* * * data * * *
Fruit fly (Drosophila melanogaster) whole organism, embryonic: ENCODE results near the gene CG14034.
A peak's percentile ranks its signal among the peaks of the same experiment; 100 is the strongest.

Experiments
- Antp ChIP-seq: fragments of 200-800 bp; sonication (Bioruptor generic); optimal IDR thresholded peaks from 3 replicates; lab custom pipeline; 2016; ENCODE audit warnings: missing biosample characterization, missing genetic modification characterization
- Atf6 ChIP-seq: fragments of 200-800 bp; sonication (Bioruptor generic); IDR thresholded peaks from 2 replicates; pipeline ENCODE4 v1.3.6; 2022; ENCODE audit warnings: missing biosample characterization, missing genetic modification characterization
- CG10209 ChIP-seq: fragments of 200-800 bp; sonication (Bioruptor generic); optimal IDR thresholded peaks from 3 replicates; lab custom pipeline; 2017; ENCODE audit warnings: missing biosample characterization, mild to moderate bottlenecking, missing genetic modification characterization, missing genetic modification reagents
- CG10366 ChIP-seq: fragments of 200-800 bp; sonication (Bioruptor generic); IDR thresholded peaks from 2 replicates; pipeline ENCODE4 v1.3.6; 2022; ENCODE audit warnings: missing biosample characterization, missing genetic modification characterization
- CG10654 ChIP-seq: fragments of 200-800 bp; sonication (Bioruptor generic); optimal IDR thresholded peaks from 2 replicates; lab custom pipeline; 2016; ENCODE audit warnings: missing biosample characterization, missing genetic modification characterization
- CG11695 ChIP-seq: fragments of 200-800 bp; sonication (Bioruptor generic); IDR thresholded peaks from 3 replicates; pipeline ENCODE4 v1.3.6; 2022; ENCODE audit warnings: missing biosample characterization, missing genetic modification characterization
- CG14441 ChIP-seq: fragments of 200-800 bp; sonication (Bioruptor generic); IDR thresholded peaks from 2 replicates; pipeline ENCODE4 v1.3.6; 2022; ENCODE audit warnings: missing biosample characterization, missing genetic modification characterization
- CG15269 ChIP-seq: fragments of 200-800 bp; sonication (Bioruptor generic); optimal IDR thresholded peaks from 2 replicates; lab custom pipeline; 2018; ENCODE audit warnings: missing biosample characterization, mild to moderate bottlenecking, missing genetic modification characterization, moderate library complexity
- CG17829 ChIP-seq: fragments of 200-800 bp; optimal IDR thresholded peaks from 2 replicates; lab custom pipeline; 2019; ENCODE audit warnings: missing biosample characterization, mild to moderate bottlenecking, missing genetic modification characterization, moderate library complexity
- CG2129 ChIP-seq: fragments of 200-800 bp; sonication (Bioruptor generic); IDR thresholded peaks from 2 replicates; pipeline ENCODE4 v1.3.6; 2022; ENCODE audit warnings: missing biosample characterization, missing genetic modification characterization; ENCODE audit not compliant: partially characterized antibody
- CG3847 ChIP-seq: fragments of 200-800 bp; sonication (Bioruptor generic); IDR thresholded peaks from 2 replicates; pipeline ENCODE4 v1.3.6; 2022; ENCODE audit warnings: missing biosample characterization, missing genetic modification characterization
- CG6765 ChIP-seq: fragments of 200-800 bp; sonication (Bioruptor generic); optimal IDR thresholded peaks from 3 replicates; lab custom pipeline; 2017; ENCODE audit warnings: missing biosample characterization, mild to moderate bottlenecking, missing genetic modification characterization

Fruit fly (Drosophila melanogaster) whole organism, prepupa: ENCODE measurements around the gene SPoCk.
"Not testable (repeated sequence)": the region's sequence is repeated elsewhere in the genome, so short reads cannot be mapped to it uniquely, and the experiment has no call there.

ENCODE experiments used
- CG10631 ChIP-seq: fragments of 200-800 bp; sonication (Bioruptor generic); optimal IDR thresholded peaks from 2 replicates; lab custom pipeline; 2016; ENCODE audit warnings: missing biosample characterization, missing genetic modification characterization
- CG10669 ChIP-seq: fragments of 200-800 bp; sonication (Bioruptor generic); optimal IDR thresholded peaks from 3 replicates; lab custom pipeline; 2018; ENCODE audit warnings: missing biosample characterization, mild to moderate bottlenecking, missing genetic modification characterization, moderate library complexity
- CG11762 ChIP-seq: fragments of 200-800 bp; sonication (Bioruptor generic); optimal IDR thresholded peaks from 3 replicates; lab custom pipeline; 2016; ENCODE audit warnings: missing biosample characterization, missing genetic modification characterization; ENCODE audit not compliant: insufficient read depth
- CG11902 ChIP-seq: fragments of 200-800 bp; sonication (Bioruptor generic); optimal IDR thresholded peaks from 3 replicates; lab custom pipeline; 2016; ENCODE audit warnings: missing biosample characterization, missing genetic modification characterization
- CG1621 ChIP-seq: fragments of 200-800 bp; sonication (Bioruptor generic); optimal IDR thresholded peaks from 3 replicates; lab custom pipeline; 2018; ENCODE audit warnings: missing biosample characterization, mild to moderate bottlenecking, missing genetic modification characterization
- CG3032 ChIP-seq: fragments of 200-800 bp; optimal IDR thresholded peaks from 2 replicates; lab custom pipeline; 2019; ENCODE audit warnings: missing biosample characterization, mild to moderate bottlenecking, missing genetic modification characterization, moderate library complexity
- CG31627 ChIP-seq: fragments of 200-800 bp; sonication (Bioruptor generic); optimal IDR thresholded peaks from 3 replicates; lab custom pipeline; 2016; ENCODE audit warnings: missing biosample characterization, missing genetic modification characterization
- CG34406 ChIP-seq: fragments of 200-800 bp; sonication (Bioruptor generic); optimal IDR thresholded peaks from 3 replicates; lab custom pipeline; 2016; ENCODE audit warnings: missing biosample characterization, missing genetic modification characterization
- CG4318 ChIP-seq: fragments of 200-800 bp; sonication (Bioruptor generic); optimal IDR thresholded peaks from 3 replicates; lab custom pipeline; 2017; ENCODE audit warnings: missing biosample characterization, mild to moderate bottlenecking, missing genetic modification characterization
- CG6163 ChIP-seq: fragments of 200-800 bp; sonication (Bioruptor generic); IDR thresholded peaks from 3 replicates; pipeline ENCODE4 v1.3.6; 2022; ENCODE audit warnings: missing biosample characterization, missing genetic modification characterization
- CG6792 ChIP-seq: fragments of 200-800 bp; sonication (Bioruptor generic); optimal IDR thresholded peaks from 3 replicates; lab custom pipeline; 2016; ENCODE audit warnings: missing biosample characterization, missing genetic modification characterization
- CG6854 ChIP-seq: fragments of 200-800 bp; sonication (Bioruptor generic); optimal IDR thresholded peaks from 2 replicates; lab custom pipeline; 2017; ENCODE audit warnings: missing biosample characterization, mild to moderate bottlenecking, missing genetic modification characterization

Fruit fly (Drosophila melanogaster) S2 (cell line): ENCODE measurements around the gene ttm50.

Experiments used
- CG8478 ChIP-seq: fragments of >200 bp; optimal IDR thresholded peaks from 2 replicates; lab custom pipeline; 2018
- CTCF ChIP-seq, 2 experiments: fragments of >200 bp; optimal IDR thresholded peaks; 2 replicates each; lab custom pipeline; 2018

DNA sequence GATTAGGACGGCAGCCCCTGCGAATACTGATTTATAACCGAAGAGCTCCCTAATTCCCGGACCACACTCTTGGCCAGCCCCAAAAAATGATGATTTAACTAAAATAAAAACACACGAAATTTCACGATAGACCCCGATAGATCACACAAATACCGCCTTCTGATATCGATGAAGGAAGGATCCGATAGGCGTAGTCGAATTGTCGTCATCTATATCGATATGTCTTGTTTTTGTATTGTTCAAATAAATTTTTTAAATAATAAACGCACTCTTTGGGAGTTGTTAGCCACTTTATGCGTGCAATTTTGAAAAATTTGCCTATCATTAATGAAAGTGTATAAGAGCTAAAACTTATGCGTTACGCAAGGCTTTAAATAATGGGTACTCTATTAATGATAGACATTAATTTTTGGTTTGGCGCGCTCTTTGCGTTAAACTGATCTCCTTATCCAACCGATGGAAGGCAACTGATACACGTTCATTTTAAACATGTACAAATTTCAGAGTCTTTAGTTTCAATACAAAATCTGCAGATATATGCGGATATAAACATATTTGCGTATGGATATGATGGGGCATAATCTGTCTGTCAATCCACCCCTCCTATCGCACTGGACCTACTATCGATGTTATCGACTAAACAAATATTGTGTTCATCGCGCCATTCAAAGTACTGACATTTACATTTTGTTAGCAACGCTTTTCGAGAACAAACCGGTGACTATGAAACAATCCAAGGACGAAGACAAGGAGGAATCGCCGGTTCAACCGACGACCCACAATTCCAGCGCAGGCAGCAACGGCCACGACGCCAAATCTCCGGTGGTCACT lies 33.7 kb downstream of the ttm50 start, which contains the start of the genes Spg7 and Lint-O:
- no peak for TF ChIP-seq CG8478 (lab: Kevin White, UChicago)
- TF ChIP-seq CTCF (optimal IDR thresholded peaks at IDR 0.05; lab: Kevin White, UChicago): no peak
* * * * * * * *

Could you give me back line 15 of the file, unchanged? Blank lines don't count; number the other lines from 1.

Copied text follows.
- CG6765 ChIP-seq: fragments of 200-800 bp; sonication (Bioruptor generic); optimal IDR thresholded peaks from 3 replicates; lab custom pipeline; 2017; ENCODE audit warnings: missing biosample characterization, mild to moderate bottlenecking, missing genetic modification characterization